Bedtime and sleeping are such normal, yet loaded activities. It’s tricky because you can’t actually make your child sleep. It’s a skill they need to learn and often, the more we try to teach, the more push-back we get. Some routines and tips can make a big difference.
- Don’t use TV before bed as a relaxing tool. While many an adult can easily fall asleep in front of a screen, it can actually hinder the sleep response in children. The type of light interferes with the production of melatonin, which is needed for sleep. Computer and game screens have the same effect. Try to schedule screen time earlier in the evening. PS, Mom and Dad—this applies to you as well!
- Don’t fall asleep with your child as this sends an unhelpful message—you can’t do this without me!
- Don’t be inconsistent. If the routine is “No story until PJ’s are on” and they disregard this, sometimes a missed story is an appropriate, logical result. Alternatively, if the routine is “Story time starts at 8pm”, you can start the story even if they aren’t ready (no warnings and nagging). My children used to go into a total panic at missing the book and be ready for bed in minutes.
- Create a routine with your child that you can both live with. Bring all aspects to the discussion: playtime after dinner, bath time (how many days a week?), preparations for the next day, (backpack and clothes ready?), story time, teeth brushing, in-bed chats, lights out. Maybe it’s the same every night, maybe not. Start sooner. Rushing is almost always counterproductive. Let a timer be their reminder.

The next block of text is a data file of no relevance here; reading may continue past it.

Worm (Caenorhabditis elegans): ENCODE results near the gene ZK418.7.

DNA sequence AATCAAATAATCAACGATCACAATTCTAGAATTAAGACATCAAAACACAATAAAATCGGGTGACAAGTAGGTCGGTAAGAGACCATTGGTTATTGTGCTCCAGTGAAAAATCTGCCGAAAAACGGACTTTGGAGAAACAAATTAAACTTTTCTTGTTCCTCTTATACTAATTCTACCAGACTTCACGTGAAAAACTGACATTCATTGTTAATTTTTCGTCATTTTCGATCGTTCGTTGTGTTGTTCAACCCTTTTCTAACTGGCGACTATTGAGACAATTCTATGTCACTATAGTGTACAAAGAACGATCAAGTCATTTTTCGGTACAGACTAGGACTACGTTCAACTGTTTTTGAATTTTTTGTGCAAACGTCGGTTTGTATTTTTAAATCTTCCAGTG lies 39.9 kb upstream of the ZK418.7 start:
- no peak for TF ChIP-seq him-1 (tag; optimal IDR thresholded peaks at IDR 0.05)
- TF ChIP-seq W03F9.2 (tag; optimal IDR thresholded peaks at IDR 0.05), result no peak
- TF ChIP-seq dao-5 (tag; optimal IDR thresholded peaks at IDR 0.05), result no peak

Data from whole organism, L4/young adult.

- Acknowledge that transitions are hard. Say “I know you want to keep playing, but it’s time for bed.” Empathize with your child. Say, “I’m sorry you don’t have time to finish doing that, but it’s time for bed.” Then, be firm and follow through with the plan.
- Be realistic about the activity level in the household in the evening. Children often get their second wind after dinner and ramp up their level of activity. Spouses arriving home at this exact hour can disrupt the best-laid schedules, as can late sports practices and extracurricular activities. Build in some cool-down time.
- Ease a child into sleep with a little chat with the lights out. Keep it short and sweet. Alternatively, as your child grows, this can be a time when they’ll share the most information and you may have some of your best chats.
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